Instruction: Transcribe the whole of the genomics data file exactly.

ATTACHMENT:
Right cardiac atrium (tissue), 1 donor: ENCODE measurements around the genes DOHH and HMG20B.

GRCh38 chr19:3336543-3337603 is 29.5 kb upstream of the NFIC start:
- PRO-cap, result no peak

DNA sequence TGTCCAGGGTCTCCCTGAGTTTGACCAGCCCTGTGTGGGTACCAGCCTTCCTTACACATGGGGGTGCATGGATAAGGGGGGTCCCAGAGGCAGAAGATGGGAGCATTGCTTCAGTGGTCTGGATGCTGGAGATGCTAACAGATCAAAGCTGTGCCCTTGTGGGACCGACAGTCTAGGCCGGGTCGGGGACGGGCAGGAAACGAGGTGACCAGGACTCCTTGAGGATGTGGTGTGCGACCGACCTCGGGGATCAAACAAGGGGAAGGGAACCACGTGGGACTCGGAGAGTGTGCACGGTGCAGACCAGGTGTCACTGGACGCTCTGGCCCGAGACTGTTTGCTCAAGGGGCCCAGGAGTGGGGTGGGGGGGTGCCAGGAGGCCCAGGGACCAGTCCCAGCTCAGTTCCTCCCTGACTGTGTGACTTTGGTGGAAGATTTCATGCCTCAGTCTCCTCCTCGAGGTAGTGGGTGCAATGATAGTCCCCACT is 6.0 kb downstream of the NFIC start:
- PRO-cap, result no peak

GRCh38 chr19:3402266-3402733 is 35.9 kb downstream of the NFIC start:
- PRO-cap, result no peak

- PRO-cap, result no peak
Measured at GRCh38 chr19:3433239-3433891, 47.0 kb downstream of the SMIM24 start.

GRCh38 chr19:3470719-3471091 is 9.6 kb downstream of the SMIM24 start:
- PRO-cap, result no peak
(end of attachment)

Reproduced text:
Right cardiac atrium (tissue), 1 donor: ENCODE measurements around the genes DOHH and HMG20B.

GRCh38 chr19:3336543-3337603 is 29.5 kb upstream of the NFIC start:
- PRO-cap, result no peak

DNA sequence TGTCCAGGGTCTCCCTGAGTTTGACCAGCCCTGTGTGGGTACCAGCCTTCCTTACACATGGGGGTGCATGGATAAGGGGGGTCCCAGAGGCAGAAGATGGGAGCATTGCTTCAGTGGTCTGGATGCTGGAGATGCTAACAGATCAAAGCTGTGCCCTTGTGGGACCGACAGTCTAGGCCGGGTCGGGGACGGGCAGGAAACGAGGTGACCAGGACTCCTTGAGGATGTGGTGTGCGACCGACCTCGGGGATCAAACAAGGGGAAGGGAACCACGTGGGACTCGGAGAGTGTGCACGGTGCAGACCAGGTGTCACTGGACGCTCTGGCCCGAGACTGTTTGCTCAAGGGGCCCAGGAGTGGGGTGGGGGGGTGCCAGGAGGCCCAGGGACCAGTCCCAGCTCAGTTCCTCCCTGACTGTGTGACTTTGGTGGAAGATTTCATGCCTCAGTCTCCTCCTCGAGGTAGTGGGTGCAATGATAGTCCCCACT is 6.0 kb downstream of the NFIC start:
- PRO-cap, result no peak

GRCh38 chr19:3402266-3402733 is 35.9 kb downstream of the NFIC start:
- PRO-cap, result no peak

- PRO-cap, result no peak
Measured at GRCh38 chr19:3433239-3433891, 47.0 kb downstream of the SMIM24 start.

GRCh38 chr19:3470719-3471091 is 9.6 kb downstream of the SMIM24 start:
- PRO-cap, result no peak